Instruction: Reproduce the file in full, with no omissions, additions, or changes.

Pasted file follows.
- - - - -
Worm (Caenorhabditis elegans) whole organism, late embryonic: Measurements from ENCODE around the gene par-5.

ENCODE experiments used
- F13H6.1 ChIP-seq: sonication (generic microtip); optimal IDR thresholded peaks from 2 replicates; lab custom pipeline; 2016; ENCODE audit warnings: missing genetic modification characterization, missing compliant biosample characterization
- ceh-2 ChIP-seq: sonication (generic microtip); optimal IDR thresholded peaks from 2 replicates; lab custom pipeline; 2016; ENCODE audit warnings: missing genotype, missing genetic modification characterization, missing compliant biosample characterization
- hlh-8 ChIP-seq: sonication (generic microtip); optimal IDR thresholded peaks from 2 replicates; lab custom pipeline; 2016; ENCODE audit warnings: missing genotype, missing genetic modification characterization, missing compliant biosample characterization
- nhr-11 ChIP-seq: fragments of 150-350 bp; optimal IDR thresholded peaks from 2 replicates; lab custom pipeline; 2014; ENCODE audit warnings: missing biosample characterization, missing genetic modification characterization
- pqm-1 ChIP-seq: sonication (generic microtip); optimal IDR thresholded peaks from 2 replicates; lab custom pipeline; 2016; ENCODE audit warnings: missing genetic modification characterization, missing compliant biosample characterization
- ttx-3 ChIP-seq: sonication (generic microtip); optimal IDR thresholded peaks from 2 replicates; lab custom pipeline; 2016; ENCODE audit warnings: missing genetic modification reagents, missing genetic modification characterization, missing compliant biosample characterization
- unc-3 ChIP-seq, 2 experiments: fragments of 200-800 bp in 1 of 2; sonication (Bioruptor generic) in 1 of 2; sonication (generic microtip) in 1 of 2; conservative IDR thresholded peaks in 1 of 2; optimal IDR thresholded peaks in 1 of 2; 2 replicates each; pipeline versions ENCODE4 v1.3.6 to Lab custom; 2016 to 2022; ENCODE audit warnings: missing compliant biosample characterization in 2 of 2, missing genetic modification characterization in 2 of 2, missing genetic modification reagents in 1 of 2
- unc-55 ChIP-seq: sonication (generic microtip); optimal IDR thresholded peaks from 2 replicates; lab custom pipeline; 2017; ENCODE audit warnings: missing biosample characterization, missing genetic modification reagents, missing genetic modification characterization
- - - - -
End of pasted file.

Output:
Worm (Caenorhabditis elegans) whole organism, late embryonic: Measurements from ENCODE around the gene par-5.

ENCODE experiments used
- F13H6.1 ChIP-seq: sonication (generic microtip); optimal IDR thresholded peaks from 2 replicates; lab custom pipeline; 2016; ENCODE audit warnings: missing genetic modification characterization, missing compliant biosample characterization
- ceh-2 ChIP-seq: sonication (generic microtip); optimal IDR thresholded peaks from 2 replicates; lab custom pipeline; 2016; ENCODE audit warnings: missing genotype, missing genetic modification characterization, missing compliant biosample characterization
- hlh-8 ChIP-seq: sonication (generic microtip); optimal IDR thresholded peaks from 2 replicates; lab custom pipeline; 2016; ENCODE audit warnings: missing genotype, missing genetic modification characterization, missing compliant biosample characterization
- nhr-11 ChIP-seq: fragments of 150-350 bp; optimal IDR thresholded peaks from 2 replicates; lab custom pipeline; 2014; ENCODE audit warnings: missing biosample characterization, missing genetic modification characterization
- pqm-1 ChIP-seq: sonication (generic microtip); optimal IDR thresholded peaks from 2 replicates; lab custom pipeline; 2016; ENCODE audit warnings: missing genetic modification characterization, missing compliant biosample characterization
- ttx-3 ChIP-seq: sonication (generic microtip); optimal IDR thresholded peaks from 2 replicates; lab custom pipeline; 2016; ENCODE audit warnings: missing genetic modification reagents, missing genetic modification characterization, missing compliant biosample characterization
- unc-3 ChIP-seq, 2 experiments: fragments of 200-800 bp in 1 of 2; sonication (Bioruptor generic) in 1 of 2; sonication (generic microtip) in 1 of 2; conservative IDR thresholded peaks in 1 of 2; optimal IDR thresholded peaks in 1 of 2; 2 replicates each; pipeline versions ENCODE4 v1.3.6 to Lab custom; 2016 to 2022; ENCODE audit warnings: missing compliant biosample characterization in 2 of 2, missing genetic modification characterization in 2 of 2, missing genetic modification reagents in 1 of 2
- unc-55 ChIP-seq: sonication (generic microtip); optimal IDR thresholded peaks from 2 replicates; lab custom pipeline; 2017; ENCODE audit warnings: missing biosample characterization, missing genetic modification reagents, missing genetic modification characterization